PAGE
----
How to Use Conjunctions: As Far As, Since, Even Though
We use conjunctions such as ‘and’ and ‘but’ to build grammatical sentences, which helps us to express ourselves clearly.
In this post, then, we look at three conjunctions that you may need to use in your academic writing: ‘as far as’, ‘since’ and ‘even though’.
As Far As (To the Degree That)
Used as a conjunction, ‘as far as’ means ‘to the degree or extent that’. We therefore use it to qualify statements that apply only under particular conditions. A phrase like ‘as far as we know’, for instance, would usually signal that something is based on incomplete information:
The experiment poses no risk as far as we know.
Here, then, we’re saying that the first part of the sentence is true to the best of our understanding. But including ‘as far as’ here suggests that our knowledge of the situation is less than perfect or complete.
In addition, ‘as far as’ is a subordinating conjunction when used like this. And as with all subordinating conjunctions, this means we use it to link a dependent clause (‘as far as we know’) to an independent clause (‘The experiment poses no risk’) when forming a complex sentence.
Since (Time and Justification)
Another subordinating conjunction, ‘since’ has two distinct uses. The first is to specify that something began or occurred after a particular point in time:
Since learning to dance, I’ve felt much more graceful.
Here, for example, by using ‘since’ we’re saying the speaker began feeling graceful only after learning to dance.
The second main use of this term is to introduce a reason or justification for something. For example, we might say:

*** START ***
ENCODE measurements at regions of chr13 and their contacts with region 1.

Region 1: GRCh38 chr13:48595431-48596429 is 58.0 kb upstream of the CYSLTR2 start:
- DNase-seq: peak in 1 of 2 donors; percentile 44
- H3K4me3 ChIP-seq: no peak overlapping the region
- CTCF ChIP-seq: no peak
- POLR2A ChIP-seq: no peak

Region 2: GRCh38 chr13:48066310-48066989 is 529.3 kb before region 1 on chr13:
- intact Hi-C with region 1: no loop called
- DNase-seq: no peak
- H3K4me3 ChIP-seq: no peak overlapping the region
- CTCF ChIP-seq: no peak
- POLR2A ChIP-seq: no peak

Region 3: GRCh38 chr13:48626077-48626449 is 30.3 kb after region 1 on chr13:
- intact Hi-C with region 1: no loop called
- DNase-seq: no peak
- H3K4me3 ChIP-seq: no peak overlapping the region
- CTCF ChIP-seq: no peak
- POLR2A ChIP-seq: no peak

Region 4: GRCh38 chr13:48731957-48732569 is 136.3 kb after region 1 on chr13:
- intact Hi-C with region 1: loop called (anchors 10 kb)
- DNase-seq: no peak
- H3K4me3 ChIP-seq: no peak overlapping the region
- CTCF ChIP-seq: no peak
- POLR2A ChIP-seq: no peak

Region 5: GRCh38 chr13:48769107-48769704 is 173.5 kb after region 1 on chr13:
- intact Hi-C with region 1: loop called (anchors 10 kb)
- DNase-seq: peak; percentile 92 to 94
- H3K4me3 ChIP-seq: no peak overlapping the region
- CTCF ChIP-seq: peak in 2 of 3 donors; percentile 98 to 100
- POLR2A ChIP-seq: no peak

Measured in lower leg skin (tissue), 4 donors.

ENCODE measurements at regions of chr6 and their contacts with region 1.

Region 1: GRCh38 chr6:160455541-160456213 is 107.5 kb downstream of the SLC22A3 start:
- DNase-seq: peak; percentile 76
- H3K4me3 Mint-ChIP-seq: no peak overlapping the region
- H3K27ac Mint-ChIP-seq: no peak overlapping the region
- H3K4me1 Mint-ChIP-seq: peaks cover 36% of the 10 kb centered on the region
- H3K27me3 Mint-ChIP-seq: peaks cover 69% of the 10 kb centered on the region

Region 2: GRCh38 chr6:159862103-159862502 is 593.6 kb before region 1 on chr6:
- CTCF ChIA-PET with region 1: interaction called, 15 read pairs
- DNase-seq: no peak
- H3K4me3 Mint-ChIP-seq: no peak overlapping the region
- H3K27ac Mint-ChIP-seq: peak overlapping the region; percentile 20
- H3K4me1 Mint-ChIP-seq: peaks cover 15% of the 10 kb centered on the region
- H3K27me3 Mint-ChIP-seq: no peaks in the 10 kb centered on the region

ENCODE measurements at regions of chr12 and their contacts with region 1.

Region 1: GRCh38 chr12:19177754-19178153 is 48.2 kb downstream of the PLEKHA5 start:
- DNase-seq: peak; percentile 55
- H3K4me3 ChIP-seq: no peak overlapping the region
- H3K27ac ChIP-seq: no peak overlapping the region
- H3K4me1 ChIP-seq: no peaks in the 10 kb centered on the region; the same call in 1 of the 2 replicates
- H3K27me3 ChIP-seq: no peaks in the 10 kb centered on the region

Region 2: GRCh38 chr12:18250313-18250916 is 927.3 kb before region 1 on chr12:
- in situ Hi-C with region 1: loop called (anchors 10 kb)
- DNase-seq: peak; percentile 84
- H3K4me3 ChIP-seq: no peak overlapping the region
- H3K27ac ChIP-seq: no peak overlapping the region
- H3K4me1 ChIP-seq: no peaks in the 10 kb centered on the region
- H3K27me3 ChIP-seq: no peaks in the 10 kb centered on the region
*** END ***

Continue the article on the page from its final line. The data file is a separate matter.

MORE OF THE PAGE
Since we are interested in how people subjectively perceive their retail experiences, we have adopted a qualitative research approach.
In this example, ‘since’ joins a clause specifying the reason for picking a research approach to the main clause identifying the approach chosen. It therefore works like the term ‘because’.
Even Though (Despite the Fact That)
Finally, we can use the term ‘even though’ to introduce a contrast. This makes it like saying ‘despite the fact that’. For instance:
Even though he was completely deaf by 1820, Beethoven began writing his final complete work, the Ninth Symphony, in 1822.
Here, we use ‘even though’ because we’d usually expect deafness to curb one’s musical career, but Beethoven defied that expectation.
One key feature here is that, compared to similar terms like ‘although’ and ‘though’, ‘even though’ is more emphatic. We would therefore use it to introduce a contrast that is particularly surprising or unexpected (such as Beethoven’s ability to compose music despite having lost his hearing).